College Park, MD (June 17, 2010) -- "Robust" is an adjective appreciatively applied to certain vintage wines, but when describing viruses and pathogens, robustness is a property that may be much less desirable. It evokes drug resistant microbes and other superbugs that can wreak havoc as researchers struggle to deal with new pandemics. How can we undercut this robustness?
A study in the journal Chaos, which is published by the American Institute of Physics (AIP), examines the ability of organisms to survive and sustain themselves in the face of various kinds of change. C. Brandon Ogbunugafor and his team at Yale University looked at new and existing data to determine the strengths and weaknesses of the study of robustness as a formal concept and its application in infectious systems. They found that while one must be careful in defining and applying the premise of robustness, the infectious disease paradigm was full of examples where further application might be useful. While preliminary, Dr. Ogbunugafor's work could have far-reaching implications in a world with increasing numbers of drug-resistant strains of disease.
"We believe that further application of the robustness concept, with experiments designed to test it in other systems, might aid in how we study and treat infectious diseases of various kinds," Ogbunugafor says. "This is quite exciting, as it uncovers fertile ground for the application of an exciting concept in the context of infectious diseases that is highly relevant to everyday life."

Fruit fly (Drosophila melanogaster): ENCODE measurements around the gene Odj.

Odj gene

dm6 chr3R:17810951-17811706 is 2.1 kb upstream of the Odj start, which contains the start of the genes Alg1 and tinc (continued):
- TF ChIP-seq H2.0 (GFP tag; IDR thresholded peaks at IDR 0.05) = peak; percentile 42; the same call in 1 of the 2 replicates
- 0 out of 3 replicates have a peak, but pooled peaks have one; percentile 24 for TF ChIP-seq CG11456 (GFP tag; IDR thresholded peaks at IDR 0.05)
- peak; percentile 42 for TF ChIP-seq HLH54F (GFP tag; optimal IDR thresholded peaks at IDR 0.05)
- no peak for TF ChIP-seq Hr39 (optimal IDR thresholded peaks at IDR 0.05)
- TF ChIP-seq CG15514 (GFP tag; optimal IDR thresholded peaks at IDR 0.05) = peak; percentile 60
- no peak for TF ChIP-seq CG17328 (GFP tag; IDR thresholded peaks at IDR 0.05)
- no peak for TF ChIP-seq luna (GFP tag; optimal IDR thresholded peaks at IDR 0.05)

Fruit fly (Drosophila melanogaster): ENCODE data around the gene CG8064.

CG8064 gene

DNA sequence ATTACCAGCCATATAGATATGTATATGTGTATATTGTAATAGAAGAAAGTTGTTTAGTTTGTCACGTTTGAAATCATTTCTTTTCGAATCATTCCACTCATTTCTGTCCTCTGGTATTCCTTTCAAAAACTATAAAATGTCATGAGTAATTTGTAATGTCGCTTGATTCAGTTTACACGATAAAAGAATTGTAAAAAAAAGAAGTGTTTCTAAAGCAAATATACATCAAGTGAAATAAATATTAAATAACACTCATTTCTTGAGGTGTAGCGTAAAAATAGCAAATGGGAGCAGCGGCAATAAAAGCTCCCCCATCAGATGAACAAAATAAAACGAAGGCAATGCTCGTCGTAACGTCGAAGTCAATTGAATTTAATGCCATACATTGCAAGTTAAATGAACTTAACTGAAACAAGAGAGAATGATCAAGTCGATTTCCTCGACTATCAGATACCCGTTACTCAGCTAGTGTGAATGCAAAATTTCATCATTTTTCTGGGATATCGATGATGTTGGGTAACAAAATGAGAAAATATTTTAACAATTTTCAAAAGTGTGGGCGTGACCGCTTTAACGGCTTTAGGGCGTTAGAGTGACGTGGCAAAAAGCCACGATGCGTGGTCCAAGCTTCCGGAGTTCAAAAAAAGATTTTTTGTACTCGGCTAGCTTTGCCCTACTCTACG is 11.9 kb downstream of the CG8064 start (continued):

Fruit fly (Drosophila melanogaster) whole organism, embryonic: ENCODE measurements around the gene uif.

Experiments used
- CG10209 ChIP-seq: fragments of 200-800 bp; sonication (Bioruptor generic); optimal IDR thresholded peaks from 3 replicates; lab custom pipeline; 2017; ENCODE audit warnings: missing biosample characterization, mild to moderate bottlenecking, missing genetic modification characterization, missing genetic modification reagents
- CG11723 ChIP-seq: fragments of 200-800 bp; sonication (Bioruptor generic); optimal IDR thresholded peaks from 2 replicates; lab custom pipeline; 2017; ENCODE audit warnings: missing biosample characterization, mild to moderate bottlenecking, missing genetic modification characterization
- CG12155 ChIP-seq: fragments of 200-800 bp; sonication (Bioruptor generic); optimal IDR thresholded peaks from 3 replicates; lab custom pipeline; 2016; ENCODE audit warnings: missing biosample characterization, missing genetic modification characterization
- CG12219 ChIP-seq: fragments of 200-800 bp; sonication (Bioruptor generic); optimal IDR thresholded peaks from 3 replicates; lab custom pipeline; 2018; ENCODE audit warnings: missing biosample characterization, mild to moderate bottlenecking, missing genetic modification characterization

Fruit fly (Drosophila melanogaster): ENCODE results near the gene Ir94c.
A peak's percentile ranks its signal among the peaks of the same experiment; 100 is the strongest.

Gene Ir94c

While there are still a number of unanswered questions, researchers are hopeful that the application of this concept could help predict how organisms evolve. Ultimately, Ogbunugafor predicts that the application of the robustness concept could serve as a "Rosetta Stone" for predictive evolution, which might constitute the next paradigm shift in evolutionary biology. "Perhaps by understanding how robustness manifests in diseases like influenza and malaria, for example, we'll be better able to predict drug resistant variants before they arise and stay a step ahead of the enemy in the ubiquitous arms race between us and the microbes that threaten our well-being," he says.
|Contact: Jason Socrates Bardi|
American Institute of Physics